They made boats of basket-work, covered with the skins of animals, but seldom, if ever, ventured far from the shore. They made swords, of copper mixed with tin; but, these swords were of an awkward shape, and so soft that a heavy blow would bend one. They made light shields, short pointed daggers, and spears — which they jerked back after they had thrown them at an enemy, by a long strip of leather fastened to the stem. The butt-end was a rattle, to frighten an enemy's horse. The ancient Britons, being divided into as many as thirty or forty tribes, each commanded by its own little king, were constantly fighting with one another, as savage people usually do; and they always fought with these weapons.
They were very fond of horses. The standard of Kent was the picture of a white horse. They could break them in and manage them wonderfully well. Indeed, the horses (of which they had an abundance, though they were rather small) were so well taught in those days, that they can scarcely be said to have improved since; though the men are so much wiser. They understood, and obeyed, every word of command; and would stand still by themselves, in all the din and noise of battle, while their masters went to fight on foot. The Britons could not have succeeded in their most remarkable art, without the aid of these sensible and trusty animals. The art I mean, is the construction and management of war-chariots or cars, for which they have ever been celebrated in history. Each of the best sort of these chariots, not quite breast high in front, and open at the back, contained one man to drive, and two or three others to fight — all standing up. The horses who drew them were so well trained, that they would tear, at full gallop, over the most stony ways, and even through the woods; dashing down their masters' enemies beneath their hoofs, and cutting them to pieces with the blades of swords, or scythes, which were fastened to the wheels, and stretched out beyond the car on each side, for that cruel purpose. In a moment, while at full speed, the horses would stop, at the driver's command. The men within would leap out, deal blows about them with their swords like hail, leap on the horses, on the pole, spring back into the chariots anyhow; and, as soon as they were safe, the horses tore away again.
The Britons had a strange and terrible religion, called the Religion of the Druids. It seems to have been brought over, in very early times indeed, from the opposite country of France, anciently called Gaul, and to have mixed up the worship of the Serpent, and of the Sun and Moon, with the worship of some of the Heathen Gods and Goddesses. Most of its ceremonies were kept secret by the priests, the Druids, who pretended to be enchanters, and who carried magicians' wands, and wore, each of them, about his neck, what he told the ignorant people was a Serpent's egg in a golden case. But it is certain that the Druidical ceremonies included the sacrifice of human victims, the torture of some suspected criminals, and, on particular occasions, even the burning alive, in immense wicker cages, of a number of men and animals together. The Druid Priests had some kind of veneration for the Oak, and for the mistletoe — the same plant that we hang up in houses at Christmas Time now — when its white berries grew upon the Oak. They met together in dark woods, which they called Sacred Groves; and there they instructed, in their mysterious arts, young men who came to them as pupils, and who sometimes stayed with them as long as twenty years.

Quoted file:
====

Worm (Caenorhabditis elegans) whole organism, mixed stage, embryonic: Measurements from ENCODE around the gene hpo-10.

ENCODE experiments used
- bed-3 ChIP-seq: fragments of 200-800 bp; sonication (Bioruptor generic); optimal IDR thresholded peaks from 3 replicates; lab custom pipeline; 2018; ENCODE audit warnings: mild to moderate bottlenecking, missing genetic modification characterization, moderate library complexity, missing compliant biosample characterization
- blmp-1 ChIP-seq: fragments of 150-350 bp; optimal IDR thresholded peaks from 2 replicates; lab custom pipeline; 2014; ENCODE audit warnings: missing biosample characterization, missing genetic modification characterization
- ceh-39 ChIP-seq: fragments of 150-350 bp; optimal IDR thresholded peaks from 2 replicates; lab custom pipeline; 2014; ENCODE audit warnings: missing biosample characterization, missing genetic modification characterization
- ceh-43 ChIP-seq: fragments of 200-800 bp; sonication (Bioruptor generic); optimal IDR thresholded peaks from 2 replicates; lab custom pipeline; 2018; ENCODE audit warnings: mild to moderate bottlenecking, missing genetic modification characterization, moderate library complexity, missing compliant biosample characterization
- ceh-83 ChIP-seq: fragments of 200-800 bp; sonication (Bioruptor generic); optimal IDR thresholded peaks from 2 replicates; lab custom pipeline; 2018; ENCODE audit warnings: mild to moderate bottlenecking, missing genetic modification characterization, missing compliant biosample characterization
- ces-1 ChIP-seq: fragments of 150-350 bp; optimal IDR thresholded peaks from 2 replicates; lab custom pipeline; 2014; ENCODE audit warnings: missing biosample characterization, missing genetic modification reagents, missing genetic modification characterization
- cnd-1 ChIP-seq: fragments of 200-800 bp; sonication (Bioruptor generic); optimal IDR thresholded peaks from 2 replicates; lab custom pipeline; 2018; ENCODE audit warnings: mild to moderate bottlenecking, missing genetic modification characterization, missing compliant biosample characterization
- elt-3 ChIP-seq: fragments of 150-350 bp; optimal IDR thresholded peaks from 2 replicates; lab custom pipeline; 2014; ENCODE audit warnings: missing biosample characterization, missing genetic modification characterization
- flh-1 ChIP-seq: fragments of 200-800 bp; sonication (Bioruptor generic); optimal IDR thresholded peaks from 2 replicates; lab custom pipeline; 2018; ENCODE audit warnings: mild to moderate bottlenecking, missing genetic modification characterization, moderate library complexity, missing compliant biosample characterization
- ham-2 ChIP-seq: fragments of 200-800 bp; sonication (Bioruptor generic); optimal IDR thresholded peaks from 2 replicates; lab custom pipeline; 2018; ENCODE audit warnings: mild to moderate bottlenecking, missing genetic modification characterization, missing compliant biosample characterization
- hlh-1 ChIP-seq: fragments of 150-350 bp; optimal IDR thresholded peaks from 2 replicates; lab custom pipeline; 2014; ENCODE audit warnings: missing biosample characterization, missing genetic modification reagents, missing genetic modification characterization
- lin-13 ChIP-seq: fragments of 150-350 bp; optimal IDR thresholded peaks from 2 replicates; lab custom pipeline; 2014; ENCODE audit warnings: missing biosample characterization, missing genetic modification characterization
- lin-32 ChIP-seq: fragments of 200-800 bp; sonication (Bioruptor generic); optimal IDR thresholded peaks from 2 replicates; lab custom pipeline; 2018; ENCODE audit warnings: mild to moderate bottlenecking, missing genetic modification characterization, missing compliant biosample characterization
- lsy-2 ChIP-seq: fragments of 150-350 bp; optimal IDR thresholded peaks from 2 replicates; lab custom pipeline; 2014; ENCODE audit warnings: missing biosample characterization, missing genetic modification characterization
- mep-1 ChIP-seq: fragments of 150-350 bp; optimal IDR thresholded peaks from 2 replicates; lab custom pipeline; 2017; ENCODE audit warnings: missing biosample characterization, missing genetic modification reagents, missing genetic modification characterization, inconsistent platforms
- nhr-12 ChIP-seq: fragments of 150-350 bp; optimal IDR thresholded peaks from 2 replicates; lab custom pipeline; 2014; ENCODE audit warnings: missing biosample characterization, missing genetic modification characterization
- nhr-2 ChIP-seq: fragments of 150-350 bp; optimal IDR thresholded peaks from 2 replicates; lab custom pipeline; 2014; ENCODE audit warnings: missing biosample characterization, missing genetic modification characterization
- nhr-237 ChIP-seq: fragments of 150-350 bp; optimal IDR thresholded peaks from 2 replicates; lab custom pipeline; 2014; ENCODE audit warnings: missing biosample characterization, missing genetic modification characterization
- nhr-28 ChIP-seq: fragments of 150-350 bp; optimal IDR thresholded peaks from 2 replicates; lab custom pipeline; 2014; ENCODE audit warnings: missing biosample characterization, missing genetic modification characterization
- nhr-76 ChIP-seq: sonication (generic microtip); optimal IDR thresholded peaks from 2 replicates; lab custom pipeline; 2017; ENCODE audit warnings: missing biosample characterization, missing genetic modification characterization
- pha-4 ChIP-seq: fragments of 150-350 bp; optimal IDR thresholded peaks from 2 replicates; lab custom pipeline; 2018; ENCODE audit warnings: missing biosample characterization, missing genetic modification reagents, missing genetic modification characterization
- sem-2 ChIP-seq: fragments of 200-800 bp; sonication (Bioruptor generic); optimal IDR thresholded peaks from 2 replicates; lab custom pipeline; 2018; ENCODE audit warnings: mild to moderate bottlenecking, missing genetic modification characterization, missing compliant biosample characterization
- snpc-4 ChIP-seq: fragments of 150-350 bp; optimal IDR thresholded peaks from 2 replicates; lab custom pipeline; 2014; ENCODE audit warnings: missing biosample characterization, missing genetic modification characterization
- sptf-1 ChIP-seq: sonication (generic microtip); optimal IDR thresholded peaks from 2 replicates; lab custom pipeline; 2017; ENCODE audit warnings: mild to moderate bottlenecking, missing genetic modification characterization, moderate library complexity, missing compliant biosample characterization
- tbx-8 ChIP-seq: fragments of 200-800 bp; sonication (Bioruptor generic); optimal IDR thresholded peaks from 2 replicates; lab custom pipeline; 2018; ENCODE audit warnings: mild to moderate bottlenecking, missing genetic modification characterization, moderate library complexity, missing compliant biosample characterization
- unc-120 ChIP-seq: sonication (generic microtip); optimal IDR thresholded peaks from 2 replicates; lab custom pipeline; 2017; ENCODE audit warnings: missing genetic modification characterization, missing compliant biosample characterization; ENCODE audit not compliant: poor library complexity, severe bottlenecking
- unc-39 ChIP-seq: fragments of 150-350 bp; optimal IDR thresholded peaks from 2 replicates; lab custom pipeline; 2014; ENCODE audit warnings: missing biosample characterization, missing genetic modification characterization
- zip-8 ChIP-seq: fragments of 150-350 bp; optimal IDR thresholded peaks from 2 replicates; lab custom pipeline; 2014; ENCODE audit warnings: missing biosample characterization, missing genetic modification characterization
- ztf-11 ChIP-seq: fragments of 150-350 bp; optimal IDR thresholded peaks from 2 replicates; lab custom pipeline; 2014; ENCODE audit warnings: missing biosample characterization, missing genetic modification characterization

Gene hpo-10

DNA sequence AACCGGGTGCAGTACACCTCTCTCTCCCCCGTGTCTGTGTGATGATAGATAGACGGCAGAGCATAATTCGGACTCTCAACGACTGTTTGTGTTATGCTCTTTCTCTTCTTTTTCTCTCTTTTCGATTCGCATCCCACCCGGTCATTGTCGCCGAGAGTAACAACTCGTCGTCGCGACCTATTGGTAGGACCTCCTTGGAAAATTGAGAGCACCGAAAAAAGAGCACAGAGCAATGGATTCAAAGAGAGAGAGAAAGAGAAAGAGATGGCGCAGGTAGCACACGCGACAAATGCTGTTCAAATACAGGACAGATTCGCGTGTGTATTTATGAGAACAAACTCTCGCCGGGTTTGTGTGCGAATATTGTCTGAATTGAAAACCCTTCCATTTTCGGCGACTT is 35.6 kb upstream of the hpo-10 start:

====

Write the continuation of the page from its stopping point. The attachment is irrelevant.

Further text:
These Druids built great Temples and altars, open to the sky, fragments of some of which are yet remaining. Stonehenge, on Salisbury Plain, in Wiltshire, is the most extraordinary of these. Three curious stones, called Kits Coty House, on Bluebell Hill, near Maidstone, in Kent, form another. We know, from examination of the great blocks of which such buildings are made, that they could not have been raised without the aid of some ingenious machines, which are common now, but which the ancient Britons certainly did not use in making their own uncomfortable houses. I should not wonder if the Druids, and their pupils who stayed with them twenty years, knowing more than the rest of the Britons, kept the people out of sight while they made these buildings, and then pretended that they built them by magic. Perhaps they had a hand in the fortresses too; at all events, as they were very powerful, and very much believed in, and as they made and executed the laws, and paid no taxes, I don't wonder that they liked their trade. And, as they persuaded the people the more Druids there were, the better off the people would be, I don't wonder that there were a good many of them. But it is pleasant to think that there are no Druids, now, who go on in that way, and pretend to carry Enchanters' Wands and Serpents' Eggs — and of course there is nothing of the kind, anywhere.
Such was the improved condition of the ancient Britons, fifty-five years before the birth of Our Saviour, when the Romans, under their great General, Julius Cæsar, were masters of all the rest of the known world. Julius Cæsar had then just conquered Gaul; and hearing, in Gaul, a good deal about the opposite Island with the white cliffs, and about the bravery of the Britons who inhabited it — some of whom had been fetched over to help the Gauls in the war against him — he resolved, as he was so near, to come and conquer Britain next.